Amelio was unfamiliar with the talking points that popped up on his teleprompter and soon was trying to wing his presentation.
Repeatedly he lost his train of thought. After more than an hour, the audience was aghast.
There were a few welcome breaks, such as when he brought out the singer Peter Gabriel to demonstrate a new music program.
He also pointed out Muhammad Ali in the first row; the champ was supposed to come onstage to promote a website about Parkinson's disease,
but Amelio never invited him up or explained why he was there.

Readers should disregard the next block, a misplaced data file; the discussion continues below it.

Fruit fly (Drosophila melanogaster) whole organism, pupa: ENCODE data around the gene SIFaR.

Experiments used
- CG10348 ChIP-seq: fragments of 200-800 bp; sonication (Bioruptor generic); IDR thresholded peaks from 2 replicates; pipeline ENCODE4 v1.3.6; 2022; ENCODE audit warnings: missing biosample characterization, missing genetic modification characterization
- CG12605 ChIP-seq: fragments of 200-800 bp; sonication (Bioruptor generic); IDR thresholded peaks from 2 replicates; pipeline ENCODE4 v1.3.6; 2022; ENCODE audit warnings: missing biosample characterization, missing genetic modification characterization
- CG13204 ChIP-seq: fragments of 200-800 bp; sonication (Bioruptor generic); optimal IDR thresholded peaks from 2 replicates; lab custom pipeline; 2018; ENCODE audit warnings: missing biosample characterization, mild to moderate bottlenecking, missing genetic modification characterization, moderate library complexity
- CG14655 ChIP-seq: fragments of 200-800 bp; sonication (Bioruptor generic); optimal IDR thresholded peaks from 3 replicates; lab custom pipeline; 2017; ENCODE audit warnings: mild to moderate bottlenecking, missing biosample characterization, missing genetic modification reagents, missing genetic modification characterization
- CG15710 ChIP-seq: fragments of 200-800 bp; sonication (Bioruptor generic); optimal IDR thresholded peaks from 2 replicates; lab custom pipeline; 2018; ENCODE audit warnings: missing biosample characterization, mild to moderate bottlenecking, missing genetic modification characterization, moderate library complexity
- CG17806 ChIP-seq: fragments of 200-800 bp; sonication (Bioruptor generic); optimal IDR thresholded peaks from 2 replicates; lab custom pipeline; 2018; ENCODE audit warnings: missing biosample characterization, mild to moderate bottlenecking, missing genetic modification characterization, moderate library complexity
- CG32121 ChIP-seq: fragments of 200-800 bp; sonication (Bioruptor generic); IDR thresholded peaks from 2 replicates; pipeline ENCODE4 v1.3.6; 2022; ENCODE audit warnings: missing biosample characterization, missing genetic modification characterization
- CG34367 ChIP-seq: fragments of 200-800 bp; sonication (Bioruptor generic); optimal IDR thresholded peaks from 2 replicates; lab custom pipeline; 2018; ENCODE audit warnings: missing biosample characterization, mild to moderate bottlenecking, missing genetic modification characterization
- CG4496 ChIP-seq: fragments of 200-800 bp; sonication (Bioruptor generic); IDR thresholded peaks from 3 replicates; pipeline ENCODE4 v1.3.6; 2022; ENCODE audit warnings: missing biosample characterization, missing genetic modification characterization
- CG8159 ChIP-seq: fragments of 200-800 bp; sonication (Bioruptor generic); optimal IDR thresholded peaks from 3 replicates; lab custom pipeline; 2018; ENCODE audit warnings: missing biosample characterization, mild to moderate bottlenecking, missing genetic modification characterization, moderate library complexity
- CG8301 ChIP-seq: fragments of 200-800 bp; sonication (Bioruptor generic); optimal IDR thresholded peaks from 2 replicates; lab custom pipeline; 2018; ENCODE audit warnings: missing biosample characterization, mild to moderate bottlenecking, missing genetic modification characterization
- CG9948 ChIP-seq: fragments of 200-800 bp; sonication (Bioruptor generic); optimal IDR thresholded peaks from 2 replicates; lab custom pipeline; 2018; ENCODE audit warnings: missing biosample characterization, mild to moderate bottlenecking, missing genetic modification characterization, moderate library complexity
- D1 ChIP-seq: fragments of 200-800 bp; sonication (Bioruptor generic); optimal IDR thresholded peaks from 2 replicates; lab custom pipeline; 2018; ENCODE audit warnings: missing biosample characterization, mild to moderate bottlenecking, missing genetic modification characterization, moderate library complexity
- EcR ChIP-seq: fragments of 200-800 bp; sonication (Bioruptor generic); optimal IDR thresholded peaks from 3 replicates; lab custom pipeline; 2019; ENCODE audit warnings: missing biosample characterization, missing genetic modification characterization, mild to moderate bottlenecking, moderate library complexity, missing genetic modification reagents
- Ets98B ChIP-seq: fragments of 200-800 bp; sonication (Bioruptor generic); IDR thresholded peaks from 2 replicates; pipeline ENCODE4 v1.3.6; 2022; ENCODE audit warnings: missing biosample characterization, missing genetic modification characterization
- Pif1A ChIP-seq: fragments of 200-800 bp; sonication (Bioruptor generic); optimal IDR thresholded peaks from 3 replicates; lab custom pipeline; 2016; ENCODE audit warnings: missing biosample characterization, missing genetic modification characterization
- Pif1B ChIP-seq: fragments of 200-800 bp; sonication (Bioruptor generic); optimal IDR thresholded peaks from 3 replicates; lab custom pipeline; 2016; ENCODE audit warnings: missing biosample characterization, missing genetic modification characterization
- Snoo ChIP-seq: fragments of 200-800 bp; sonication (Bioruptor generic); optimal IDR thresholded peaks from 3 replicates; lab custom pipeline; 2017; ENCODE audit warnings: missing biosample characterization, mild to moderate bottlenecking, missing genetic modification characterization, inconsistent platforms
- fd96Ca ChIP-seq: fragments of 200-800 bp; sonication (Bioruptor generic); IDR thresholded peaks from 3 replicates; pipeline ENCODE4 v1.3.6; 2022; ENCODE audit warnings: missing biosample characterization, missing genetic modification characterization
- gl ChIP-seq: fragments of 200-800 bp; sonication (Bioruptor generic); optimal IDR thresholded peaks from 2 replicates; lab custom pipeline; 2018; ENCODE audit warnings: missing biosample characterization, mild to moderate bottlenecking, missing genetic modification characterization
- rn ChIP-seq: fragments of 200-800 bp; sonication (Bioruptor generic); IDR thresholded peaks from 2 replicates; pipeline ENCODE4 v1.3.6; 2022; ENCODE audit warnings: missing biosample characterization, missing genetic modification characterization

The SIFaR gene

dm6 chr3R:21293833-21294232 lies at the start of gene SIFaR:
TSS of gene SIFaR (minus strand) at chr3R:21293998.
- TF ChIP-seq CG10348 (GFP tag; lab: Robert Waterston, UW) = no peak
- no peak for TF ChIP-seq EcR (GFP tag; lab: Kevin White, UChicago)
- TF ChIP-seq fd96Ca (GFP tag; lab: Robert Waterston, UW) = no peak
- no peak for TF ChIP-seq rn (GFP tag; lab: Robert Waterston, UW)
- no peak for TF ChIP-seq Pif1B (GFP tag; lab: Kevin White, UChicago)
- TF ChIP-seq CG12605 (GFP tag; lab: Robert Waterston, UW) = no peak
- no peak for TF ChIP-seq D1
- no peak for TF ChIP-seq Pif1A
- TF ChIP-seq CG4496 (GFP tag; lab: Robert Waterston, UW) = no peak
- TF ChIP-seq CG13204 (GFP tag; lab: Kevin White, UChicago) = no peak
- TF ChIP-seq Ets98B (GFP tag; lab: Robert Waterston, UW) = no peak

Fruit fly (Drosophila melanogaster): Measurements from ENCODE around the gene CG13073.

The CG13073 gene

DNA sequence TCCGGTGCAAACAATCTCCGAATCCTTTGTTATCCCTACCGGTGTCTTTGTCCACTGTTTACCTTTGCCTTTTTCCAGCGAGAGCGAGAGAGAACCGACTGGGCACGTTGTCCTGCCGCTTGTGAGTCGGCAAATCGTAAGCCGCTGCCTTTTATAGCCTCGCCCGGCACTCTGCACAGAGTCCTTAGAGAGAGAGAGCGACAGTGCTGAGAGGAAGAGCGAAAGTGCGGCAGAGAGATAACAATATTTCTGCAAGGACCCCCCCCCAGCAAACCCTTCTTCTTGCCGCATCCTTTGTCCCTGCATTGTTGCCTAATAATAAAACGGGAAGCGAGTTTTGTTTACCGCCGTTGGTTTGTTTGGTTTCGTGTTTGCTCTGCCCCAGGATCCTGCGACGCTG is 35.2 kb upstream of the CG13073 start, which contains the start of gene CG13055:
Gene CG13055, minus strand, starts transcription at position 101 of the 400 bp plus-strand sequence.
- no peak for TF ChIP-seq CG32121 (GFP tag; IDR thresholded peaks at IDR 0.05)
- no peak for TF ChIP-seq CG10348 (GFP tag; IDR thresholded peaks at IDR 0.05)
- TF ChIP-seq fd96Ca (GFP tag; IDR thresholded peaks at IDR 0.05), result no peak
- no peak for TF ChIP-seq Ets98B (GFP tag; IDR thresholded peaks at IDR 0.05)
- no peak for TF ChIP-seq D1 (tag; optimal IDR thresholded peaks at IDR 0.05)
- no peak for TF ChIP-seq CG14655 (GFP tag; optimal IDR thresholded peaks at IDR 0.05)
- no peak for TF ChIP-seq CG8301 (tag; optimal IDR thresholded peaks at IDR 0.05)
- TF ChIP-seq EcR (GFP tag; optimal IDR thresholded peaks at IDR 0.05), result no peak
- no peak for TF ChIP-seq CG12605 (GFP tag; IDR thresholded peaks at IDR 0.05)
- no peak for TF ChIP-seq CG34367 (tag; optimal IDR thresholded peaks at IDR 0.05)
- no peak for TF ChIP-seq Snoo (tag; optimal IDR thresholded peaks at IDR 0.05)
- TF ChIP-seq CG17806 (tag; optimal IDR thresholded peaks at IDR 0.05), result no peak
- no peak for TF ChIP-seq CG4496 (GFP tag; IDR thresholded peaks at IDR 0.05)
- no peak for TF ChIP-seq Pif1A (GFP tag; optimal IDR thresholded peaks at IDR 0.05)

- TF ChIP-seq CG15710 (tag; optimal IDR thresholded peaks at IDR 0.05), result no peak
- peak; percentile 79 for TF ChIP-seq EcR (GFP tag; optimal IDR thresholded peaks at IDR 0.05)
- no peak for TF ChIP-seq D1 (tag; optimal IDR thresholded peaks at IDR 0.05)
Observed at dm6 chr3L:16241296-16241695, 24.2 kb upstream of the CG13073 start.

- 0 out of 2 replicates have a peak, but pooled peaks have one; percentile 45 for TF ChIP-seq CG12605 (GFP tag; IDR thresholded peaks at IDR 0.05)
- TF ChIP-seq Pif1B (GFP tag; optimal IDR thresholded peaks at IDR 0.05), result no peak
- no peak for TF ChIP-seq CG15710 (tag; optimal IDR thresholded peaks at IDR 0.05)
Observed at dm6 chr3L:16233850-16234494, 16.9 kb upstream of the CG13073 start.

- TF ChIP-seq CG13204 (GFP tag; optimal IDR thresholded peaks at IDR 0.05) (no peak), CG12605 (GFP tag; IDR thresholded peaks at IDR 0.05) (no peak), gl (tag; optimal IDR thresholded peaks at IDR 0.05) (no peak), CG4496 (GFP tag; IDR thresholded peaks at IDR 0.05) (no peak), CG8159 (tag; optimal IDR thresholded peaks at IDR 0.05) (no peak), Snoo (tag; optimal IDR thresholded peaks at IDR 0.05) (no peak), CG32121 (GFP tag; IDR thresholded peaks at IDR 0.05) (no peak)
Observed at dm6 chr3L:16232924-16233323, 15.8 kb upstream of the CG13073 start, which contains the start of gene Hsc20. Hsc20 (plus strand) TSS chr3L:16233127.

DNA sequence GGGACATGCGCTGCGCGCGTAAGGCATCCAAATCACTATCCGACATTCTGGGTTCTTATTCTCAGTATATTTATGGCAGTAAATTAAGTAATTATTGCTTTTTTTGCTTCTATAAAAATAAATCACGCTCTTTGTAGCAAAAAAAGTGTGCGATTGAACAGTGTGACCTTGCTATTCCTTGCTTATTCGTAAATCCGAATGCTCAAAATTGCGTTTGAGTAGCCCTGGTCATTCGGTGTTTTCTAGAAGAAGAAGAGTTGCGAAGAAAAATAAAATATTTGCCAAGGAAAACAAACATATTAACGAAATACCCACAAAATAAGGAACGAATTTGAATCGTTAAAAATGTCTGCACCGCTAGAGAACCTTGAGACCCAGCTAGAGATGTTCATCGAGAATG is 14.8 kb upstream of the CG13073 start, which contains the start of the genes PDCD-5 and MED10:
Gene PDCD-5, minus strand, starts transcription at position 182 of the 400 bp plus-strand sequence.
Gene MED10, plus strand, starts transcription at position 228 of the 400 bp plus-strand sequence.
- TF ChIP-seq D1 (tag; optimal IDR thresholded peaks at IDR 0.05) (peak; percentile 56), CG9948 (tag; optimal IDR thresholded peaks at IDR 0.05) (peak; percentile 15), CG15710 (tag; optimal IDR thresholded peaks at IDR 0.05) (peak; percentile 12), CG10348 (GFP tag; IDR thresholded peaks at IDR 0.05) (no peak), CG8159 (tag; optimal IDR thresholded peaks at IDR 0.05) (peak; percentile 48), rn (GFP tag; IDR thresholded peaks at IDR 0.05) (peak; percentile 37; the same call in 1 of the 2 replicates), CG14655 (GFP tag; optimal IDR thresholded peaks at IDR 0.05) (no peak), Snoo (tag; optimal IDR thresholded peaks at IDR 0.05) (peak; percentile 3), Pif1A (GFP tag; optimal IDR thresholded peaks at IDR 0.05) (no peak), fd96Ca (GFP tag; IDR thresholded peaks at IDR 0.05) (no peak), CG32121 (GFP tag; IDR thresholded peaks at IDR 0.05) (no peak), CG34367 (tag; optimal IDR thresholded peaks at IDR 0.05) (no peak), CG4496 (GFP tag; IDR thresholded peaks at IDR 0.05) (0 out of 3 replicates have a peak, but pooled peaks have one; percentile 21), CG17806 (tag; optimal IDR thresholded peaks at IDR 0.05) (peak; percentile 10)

Amelio rambled for more than two hours before he finally called onstage the person everyone was waiting to cheer.
"Jobs, exuding confidence, style, and sheer magnetism, was the antithesis of the fumbling Amelio as he strode onstage," Carlton wrote.
"The return of Elvis would not have provoked a bigger sensation."
The crowd jumped to its feet and gave him a raucous ovation for more than a minute.
The wilderness decade was over. Finally Jobs waved for silence and cut to the heart of the challenge.
"We've got to get the spark back," he said. "The Mac didn't progress much in ten years.
So Windows caught up. So we have to come up with an OS that's even better."